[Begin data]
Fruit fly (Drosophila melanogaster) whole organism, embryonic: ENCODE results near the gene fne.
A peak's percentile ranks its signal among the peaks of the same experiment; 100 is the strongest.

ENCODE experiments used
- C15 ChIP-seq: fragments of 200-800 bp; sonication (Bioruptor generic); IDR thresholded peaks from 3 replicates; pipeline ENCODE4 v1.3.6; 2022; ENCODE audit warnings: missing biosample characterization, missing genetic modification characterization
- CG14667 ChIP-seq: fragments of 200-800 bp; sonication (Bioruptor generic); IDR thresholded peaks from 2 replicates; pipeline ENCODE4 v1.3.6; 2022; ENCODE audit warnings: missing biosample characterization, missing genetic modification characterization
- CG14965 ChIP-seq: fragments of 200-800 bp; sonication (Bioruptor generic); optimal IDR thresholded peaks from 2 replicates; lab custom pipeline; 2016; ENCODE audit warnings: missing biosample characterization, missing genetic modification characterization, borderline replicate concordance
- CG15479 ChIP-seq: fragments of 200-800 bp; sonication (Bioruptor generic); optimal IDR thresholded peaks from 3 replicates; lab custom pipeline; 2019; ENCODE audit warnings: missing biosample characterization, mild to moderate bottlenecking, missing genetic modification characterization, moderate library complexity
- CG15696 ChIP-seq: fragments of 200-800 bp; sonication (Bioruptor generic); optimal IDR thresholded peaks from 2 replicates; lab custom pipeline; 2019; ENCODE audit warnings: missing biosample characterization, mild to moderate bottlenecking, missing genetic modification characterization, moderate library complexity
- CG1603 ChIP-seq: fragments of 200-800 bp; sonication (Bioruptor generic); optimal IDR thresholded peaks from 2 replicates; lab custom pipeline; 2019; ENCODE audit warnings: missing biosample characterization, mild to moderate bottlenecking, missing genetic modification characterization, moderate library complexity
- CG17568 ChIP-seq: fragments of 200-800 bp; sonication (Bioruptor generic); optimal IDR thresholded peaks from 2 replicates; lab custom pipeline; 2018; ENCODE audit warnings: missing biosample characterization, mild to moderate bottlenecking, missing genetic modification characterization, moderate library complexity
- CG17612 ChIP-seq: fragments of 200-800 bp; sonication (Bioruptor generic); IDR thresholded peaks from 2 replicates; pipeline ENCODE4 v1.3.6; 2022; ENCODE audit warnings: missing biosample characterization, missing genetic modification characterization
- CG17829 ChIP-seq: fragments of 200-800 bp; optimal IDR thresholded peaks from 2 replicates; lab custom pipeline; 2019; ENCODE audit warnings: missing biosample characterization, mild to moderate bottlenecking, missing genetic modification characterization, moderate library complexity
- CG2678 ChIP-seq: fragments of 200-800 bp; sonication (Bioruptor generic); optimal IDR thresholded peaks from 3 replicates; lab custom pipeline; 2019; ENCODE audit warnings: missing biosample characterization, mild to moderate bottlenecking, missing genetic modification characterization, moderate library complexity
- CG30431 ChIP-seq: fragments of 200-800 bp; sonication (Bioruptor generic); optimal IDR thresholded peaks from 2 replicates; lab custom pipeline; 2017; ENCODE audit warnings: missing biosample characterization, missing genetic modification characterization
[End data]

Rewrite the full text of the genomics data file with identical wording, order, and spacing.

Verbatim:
Fruit fly (Drosophila melanogaster) whole organism, embryonic: ENCODE results near the gene fne.
A peak's percentile ranks its signal among the peaks of the same experiment; 100 is the strongest.

ENCODE experiments used
- C15 ChIP-seq: fragments of 200-800 bp; sonication (Bioruptor generic); IDR thresholded peaks from 3 replicates; pipeline ENCODE4 v1.3.6; 2022; ENCODE audit warnings: missing biosample characterization, missing genetic modification characterization
- CG14667 ChIP-seq: fragments of 200-800 bp; sonication (Bioruptor generic); IDR thresholded peaks from 2 replicates; pipeline ENCODE4 v1.3.6; 2022; ENCODE audit warnings: missing biosample characterization, missing genetic modification characterization
- CG14965 ChIP-seq: fragments of 200-800 bp; sonication (Bioruptor generic); optimal IDR thresholded peaks from 2 replicates; lab custom pipeline; 2016; ENCODE audit warnings: missing biosample characterization, missing genetic modification characterization, borderline replicate concordance
- CG15479 ChIP-seq: fragments of 200-800 bp; sonication (Bioruptor generic); optimal IDR thresholded peaks from 3 replicates; lab custom pipeline; 2019; ENCODE audit warnings: missing biosample characterization, mild to moderate bottlenecking, missing genetic modification characterization, moderate library complexity
- CG15696 ChIP-seq: fragments of 200-800 bp; sonication (Bioruptor generic); optimal IDR thresholded peaks from 2 replicates; lab custom pipeline; 2019; ENCODE audit warnings: missing biosample characterization, mild to moderate bottlenecking, missing genetic modification characterization, moderate library complexity
- CG1603 ChIP-seq: fragments of 200-800 bp; sonication (Bioruptor generic); optimal IDR thresholded peaks from 2 replicates; lab custom pipeline; 2019; ENCODE audit warnings: missing biosample characterization, mild to moderate bottlenecking, missing genetic modification characterization, moderate library complexity
- CG17568 ChIP-seq: fragments of 200-800 bp; sonication (Bioruptor generic); optimal IDR thresholded peaks from 2 replicates; lab custom pipeline; 2018; ENCODE audit warnings: missing biosample characterization, mild to moderate bottlenecking, missing genetic modification characterization, moderate library complexity
- CG17612 ChIP-seq: fragments of 200-800 bp; sonication (Bioruptor generic); IDR thresholded peaks from 2 replicates; pipeline ENCODE4 v1.3.6; 2022; ENCODE audit warnings: missing biosample characterization, missing genetic modification characterization
- CG17829 ChIP-seq: fragments of 200-800 bp; optimal IDR thresholded peaks from 2 replicates; lab custom pipeline; 2019; ENCODE audit warnings: missing biosample characterization, mild to moderate bottlenecking, missing genetic modification characterization, moderate library complexity
- CG2678 ChIP-seq: fragments of 200-800 bp; sonication (Bioruptor generic); optimal IDR thresholded peaks from 3 replicates; lab custom pipeline; 2019; ENCODE audit warnings: missing biosample characterization, mild to moderate bottlenecking, missing genetic modification characterization, moderate library complexity
- CG30431 ChIP-seq: fragments of 200-800 bp; sonication (Bioruptor generic); optimal IDR thresholded peaks from 2 replicates; lab custom pipeline; 2017; ENCODE audit warnings: missing biosample characterization, missing genetic modification characterization